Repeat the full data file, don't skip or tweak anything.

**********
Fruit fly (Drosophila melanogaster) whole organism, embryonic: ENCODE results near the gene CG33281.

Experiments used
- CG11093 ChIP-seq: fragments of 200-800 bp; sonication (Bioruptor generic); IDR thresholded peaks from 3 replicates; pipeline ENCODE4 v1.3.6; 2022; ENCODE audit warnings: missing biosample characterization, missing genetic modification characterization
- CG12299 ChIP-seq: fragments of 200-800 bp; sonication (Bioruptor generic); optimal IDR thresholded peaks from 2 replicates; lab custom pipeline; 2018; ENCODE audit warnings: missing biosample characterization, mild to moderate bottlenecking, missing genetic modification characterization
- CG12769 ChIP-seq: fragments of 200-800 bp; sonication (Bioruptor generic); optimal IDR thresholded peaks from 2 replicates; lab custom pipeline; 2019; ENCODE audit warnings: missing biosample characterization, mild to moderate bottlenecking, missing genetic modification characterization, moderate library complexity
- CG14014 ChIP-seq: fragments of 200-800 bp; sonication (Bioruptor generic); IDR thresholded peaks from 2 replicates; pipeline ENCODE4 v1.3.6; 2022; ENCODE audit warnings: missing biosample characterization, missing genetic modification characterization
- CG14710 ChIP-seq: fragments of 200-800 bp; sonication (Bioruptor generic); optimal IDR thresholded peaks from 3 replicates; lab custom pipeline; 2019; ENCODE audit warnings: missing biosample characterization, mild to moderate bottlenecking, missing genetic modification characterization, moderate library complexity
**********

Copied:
Fruit fly (Drosophila melanogaster) whole organism, embryonic: ENCODE results near the gene CG33281.

Experiments used
- CG11093 ChIP-seq: fragments of 200-800 bp; sonication (Bioruptor generic); IDR thresholded peaks from 3 replicates; pipeline ENCODE4 v1.3.6; 2022; ENCODE audit warnings: missing biosample characterization, missing genetic modification characterization
- CG12299 ChIP-seq: fragments of 200-800 bp; sonication (Bioruptor generic); optimal IDR thresholded peaks from 2 replicates; lab custom pipeline; 2018; ENCODE audit warnings: missing biosample characterization, mild to moderate bottlenecking, missing genetic modification characterization
- CG12769 ChIP-seq: fragments of 200-800 bp; sonication (Bioruptor generic); optimal IDR thresholded peaks from 2 replicates; lab custom pipeline; 2019; ENCODE audit warnings: missing biosample characterization, mild to moderate bottlenecking, missing genetic modification characterization, moderate library complexity
- CG14014 ChIP-seq: fragments of 200-800 bp; sonication (Bioruptor generic); IDR thresholded peaks from 2 replicates; pipeline ENCODE4 v1.3.6; 2022; ENCODE audit warnings: missing biosample characterization, missing genetic modification characterization
- CG14710 ChIP-seq: fragments of 200-800 bp; sonication (Bioruptor generic); optimal IDR thresholded peaks from 3 replicates; lab custom pipeline; 2019; ENCODE audit warnings: missing biosample characterization, mild to moderate bottlenecking, missing genetic modification characterization, moderate library complexity